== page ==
"The aim of philosophy," the great American philosopher Wilfrid Sellars once wrote, "is to understand how things in the broadest possible sense of the term hang together in the broadest possible sense of the term." In other words, the goal of philosophy is to produce a (comprehensive) list of all entities conjoined with a (correct) description of their interrelations. We may call the global system comprised of all entities and all their interrelations "the structure" of the world. In those terms, the aim of philosophy is to understand the structure of the world.
In investigating the structure of the world, the first question that arises is whether the world has a structure independently of how we perceive and conceive it. In everyday life, we instinctually assume that what entities there are, and how they are interrelated, are by and large independent of us and our way of thinking of the world. But philosophers have long suspected that the truth may be subtler than that. The first methodical philosophers in ancient Greece already spoke of the logos of reality - that which makes it intelligible. More modern philosophers have sometimes made the dependence of the structure of the world on intelligent perceivers more explicit. The eighteenth-century German philosopher Immanuel Kant's view was particularly compelling: the world may have an absolute and mind-independent structure, but if so we can know nothing of it; the only thing we can understand is the structure the world has relative to our thought and perception.
Perceiving things, conceiving of them, thinking about them - these are different ways of representing things. Thus from a Kantian perspective, the only intelligible structure of the world is the structure it inherits from the way we represent it. To that extent, understanding the structure of the world requires prior understanding of the structure of representation. Thus within a Kantian framework, the nature of representation - how the mind carves up the world - quickly becomes a central philosophical enterprise.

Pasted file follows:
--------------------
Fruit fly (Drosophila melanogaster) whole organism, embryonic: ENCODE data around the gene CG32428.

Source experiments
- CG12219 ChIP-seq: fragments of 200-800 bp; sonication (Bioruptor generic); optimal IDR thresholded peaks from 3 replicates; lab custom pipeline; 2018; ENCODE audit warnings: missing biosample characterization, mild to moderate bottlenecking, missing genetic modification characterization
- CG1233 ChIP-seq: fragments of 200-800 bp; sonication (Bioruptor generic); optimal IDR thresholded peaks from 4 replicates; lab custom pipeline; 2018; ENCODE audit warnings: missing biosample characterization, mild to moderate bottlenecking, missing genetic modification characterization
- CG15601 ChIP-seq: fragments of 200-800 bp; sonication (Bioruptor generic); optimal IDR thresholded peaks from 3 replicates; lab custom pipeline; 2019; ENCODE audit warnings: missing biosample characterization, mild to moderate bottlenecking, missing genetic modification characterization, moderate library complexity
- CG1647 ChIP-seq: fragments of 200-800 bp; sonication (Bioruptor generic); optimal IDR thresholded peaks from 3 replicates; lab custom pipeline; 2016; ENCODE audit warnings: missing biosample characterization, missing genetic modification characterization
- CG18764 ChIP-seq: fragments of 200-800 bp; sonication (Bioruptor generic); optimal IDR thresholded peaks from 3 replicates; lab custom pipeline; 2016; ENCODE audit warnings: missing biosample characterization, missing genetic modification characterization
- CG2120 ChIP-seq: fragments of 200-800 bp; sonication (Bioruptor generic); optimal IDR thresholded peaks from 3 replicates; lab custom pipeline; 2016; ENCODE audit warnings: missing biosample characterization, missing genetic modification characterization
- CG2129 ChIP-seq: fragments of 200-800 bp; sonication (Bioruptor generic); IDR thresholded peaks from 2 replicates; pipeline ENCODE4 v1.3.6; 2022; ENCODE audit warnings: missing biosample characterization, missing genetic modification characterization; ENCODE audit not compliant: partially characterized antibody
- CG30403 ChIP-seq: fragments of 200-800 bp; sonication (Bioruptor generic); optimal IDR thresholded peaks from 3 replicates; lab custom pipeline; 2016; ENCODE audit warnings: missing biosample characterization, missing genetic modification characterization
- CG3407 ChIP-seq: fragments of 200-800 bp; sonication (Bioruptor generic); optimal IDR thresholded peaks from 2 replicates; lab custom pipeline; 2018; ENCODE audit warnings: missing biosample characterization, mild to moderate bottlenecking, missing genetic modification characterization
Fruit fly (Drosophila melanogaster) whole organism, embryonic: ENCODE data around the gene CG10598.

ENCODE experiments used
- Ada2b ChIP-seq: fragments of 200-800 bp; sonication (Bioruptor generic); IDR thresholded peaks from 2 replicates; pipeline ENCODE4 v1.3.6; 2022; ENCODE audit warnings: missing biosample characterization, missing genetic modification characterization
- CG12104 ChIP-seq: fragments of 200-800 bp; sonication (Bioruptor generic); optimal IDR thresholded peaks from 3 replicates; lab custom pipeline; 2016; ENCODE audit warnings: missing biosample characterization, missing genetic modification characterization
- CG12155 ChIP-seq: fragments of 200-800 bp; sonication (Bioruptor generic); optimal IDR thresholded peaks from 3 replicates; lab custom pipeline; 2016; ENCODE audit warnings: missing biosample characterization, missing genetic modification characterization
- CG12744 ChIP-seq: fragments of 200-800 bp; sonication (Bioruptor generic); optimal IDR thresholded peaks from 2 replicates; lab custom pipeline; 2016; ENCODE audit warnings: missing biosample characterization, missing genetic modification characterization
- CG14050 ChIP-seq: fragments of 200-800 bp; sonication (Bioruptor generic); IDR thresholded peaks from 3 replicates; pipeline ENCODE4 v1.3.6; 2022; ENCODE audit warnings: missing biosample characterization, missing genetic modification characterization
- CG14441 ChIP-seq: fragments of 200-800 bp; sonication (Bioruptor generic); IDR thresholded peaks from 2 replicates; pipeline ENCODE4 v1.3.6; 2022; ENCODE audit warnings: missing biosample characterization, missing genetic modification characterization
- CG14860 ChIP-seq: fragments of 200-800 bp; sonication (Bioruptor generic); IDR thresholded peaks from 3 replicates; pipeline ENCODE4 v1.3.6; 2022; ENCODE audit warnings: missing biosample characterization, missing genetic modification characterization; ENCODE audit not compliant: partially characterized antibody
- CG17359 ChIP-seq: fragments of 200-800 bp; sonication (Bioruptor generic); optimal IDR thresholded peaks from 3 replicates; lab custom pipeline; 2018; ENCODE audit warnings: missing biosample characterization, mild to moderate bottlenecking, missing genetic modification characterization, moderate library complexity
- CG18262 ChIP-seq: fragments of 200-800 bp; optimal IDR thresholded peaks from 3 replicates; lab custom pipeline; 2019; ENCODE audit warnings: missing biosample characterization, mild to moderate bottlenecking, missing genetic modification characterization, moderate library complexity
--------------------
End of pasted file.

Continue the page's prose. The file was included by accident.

This is not the only way the notion of representation can become philosophically central, but it is how I was led to focus on it in The Sources of Intentionality. The term 'intentionality' is somewhat infelicitous, in that it suggests a connection to intention and the will. In philosophical circles, the term is used differently, in a manner derived from the Latin term 'intentio,' which means something like 'directedness.' Focusing on this notion, certain medieval philosophers considered that the essence of representation is to direct itself onto something other than itself. When we perceive a butterfly landing on a tulip, our perception is directed onto the butterfly and the tulip; when we think of El Greco's Godward-stretched figures, our thought is directed at those peculiar figures; and so on. To inquire after the sources of intentionality, in that technical sense of the term, is to ask for the basis of our capacity to direct our perception and thought onto the world. The question is: What is it about our mind that bestows on it the capacity to direct itself outward?
Sadly, in The Sources of Intentionality I offer not one but two possible answers to this question. I say 'sadly' because I wish I was certain enough of my philosophical conclusions to home in on a single maximally plausible answer. In reality, my research has led me to vacillate between two coherent, stable, and internally compelling accounts of the source of mind's directedness, each carrying its own distinctive attractions as well as its own characteristic liabilities.